She ponders which is better, a prolonged decline to the end of life or a quick death. She tells of the difference between herself and her friend who are both widows, yet with different experiences.
“We both lie alone at night. We both cook for one. We both lug our garbage to the curb each week…but our ache is the same.”
I found such a friend yesterday. She became a widow about a month and a half after me, but she had essentially lost her husband long before to dementia. Finding these kindred spirits has been a blessing from God, my Father who is watching over me.
I cry aloud to the LORD;
I lift up my voice to the LORD for mercy. I pour out before Him my complaint; before Him I tell my trouble. Psalm 142:1-2
I’m sitting in the backyard testing out my fire pit and reflecting on the blessings God has sent me in the past 3-4 months. This list is not comprehensive, but a start at saying “Thank-You” to God and to those He has used to bless and uplift me.
To my daughters, Katherine and Leah, who were my anchor in the storm. Their love was expressed over and over in their actions, from making phone calls and making decisions to giving insulin shots and massaging feet. And finding this little house that is slowly becoming a home.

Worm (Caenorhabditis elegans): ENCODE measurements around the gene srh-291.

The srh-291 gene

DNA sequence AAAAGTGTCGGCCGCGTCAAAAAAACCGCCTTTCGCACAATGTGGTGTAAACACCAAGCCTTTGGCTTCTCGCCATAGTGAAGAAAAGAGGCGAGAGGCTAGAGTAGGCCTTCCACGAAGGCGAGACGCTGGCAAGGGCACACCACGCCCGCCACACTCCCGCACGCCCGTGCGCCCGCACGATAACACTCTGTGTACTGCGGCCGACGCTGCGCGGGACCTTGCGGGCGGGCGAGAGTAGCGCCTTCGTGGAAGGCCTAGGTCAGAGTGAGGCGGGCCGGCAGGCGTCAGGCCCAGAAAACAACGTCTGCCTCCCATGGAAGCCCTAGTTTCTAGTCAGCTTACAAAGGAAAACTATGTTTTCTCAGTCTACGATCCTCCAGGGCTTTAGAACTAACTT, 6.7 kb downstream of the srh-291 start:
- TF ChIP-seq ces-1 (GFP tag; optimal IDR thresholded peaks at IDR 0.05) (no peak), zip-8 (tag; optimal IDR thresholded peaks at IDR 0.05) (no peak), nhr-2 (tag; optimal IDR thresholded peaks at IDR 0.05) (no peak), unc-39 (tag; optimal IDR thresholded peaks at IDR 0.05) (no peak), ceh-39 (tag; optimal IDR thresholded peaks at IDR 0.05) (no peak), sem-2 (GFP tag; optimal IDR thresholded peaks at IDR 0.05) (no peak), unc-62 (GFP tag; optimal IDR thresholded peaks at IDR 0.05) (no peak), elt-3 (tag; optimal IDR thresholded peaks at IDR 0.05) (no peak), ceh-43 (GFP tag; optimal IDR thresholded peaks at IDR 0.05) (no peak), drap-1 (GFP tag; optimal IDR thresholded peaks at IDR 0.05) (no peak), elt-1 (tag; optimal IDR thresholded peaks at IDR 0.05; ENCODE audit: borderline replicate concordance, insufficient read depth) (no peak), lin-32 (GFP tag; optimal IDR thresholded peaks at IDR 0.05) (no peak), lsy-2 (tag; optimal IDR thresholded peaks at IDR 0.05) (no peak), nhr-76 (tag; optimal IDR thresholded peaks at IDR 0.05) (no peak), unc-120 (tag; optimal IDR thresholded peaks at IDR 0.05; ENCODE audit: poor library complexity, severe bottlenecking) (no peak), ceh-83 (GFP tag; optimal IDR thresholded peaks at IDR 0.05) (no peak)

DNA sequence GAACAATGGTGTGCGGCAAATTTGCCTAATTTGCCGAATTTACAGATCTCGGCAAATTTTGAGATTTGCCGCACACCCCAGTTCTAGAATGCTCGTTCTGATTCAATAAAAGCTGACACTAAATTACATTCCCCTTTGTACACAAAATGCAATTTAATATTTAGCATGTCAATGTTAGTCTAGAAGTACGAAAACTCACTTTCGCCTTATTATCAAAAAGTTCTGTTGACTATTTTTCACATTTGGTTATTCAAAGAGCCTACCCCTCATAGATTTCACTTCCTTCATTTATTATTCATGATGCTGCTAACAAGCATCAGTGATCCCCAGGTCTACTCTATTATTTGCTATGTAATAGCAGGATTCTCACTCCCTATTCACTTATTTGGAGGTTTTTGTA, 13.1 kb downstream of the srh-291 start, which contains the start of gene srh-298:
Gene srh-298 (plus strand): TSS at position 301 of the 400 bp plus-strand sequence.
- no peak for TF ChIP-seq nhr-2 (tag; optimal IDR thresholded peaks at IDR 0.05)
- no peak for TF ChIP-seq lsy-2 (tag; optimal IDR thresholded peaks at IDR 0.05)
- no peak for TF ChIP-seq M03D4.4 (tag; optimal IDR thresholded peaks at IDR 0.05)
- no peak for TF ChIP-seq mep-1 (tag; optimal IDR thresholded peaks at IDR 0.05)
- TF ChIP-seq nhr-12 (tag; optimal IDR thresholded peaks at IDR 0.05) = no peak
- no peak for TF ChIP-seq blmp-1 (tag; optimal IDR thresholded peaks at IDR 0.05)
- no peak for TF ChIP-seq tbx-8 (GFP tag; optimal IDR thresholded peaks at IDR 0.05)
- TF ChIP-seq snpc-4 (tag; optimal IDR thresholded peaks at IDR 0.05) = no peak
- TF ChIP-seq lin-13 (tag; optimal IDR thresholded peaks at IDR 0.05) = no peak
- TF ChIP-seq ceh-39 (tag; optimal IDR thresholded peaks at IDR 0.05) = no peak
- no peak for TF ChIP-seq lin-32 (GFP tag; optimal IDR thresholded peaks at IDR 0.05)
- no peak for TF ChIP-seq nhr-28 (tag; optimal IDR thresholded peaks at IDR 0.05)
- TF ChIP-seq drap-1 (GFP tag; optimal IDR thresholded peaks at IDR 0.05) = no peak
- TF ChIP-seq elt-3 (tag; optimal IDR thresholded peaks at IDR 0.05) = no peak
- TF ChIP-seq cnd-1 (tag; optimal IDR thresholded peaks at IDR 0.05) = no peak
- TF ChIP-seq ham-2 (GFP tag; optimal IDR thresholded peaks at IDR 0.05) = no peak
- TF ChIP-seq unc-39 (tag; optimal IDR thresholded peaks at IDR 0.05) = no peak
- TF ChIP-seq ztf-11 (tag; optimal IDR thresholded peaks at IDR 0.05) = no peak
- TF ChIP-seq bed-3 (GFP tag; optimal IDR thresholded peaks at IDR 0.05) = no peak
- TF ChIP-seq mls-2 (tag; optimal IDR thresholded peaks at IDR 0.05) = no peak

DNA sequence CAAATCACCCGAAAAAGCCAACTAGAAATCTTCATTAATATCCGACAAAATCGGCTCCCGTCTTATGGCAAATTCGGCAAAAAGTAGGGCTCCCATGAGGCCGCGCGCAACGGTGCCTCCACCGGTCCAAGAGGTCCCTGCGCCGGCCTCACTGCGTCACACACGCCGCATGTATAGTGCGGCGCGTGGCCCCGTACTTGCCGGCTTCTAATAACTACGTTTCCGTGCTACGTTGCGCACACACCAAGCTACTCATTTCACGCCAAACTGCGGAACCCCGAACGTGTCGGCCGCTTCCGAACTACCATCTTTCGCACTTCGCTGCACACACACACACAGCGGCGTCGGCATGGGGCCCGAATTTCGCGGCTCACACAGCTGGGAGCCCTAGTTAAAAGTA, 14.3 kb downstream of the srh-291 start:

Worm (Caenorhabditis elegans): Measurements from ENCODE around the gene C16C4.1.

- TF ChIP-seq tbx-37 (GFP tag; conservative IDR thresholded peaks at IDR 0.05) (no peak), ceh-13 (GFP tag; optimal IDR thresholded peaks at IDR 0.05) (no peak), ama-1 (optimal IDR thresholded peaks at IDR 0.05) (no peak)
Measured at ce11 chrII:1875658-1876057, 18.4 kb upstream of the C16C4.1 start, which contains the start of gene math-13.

To my sons who called and visited and lifted my burdens in numerous ways. They provided expertise and they provided conversation and they gave love.
To my daughter-in-law, my third daughter, who gave so much advice and held Chuck’s hand on her last visit, with tears in her eyes and love in her heart.
To friends, known and unknown, who prayed when I couldn’t. I felt the prayers holding up my feeble arms.
To my little brother Norman who gave of his time to get me moved – twice – and provided his home to me and his heart. And his cooking- top notch stuff.
To my big brother David, who talked to me in the night as I walked Ruby, who knows firsthand the pain of losing a spouse.
“Finally, all of you be of one mind, having compassion for one another; love as brothers, be tenderhearted, be courteous” I Peter 3:8
To Al, who drove across town to take my car to get new tires. And visited Chuck. And Darlene who made cake.
To Holly and Ken, who visited and prayed and fed us with deliciousness and gave advice and showed the spirit of Christ in actions.
To Candace who was supportive in a time of need, who knows loss, and who gave me a bird feeder that brings me birds and joy every day.